On page 233 of my book, I included a few sentences about the case of Ron Palmer, a Miami controller who was accused in 1980 of giving an instruction to a Braniff pilot that pointed him into a thunderstorm in retaliation for Braniff's refusal to honor controllers' requests for familiarization flights on the airline.  I pointed out that an arbitrator looked into this case and cleared Palmer of the charge, which would have cost him his job had it been substantiated.  But FAA officials distrusted the arbitrator's judgement and saw the case as one more example of growing militancy in the controller ranks.  Now Ron Palmer, whom I had not had an opportunity to meet or interview before writing the book, has written to me to provide more documentation for his case than I was able to find in the records of PATCO or the FAA.  He sent me his explanation of what happened and an interview from the period that further explains how he came to be accused and nearly fired.  His story helps illustrate why so many controllers felt that the FAA was the aggressor in the year leading up to the strike, and why so many felt that they had to stand up to what they felt was government mistreatment.  His communication with me and a link to the documentation appears below the fold.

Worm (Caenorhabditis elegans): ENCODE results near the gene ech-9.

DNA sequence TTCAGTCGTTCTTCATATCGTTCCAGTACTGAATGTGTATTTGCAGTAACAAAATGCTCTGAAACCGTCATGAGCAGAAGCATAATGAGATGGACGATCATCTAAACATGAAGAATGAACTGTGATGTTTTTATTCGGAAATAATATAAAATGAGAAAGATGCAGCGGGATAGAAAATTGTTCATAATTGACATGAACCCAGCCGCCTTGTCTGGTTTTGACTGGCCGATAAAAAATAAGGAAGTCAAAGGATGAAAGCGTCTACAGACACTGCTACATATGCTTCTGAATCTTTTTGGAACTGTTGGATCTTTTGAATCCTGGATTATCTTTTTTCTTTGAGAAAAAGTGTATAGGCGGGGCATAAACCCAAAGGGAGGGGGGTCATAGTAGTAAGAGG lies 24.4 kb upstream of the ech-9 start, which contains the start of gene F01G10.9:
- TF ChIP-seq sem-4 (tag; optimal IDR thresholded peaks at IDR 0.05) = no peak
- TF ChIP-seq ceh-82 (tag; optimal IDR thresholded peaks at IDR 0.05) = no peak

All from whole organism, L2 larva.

Saturday, October 8, 2011

An Unheeded Warning from 1969

Reader William Daugherty, a former air traffic controller, and a charter member of PATCO wrote to me to explain that the book brought back many memories.  One was of a 35-page report he himself had written in 1969 analyzing the growing conflict between the FAA and controllers and warning of its  consequences.  The paper was titled: "Air Traffic Controllers vs. the Federal Aviation Administration: Underlying Causes of Low Morale." He wrote it in the aftermath of the abortive sickout that controllers in a handful of FAA facilities launched in June 1969 in protest of the FAA's failure to honor promises made to PATCO during the previous summer.  That sickout, as I point out in my book, marked a sharp deterioration in labor relations at the FAA and led to a much larger job action in 1970.  In his report, Daugherty asks why the situation at the FAA  "has become intolerable to a dedicated group of air traffic controllers that historically have shown that they can operate a complex aviation system under adverse conditions?"  Unfortunately, Daugherty's warning went unheeded.  To read this interesting document in full, click here.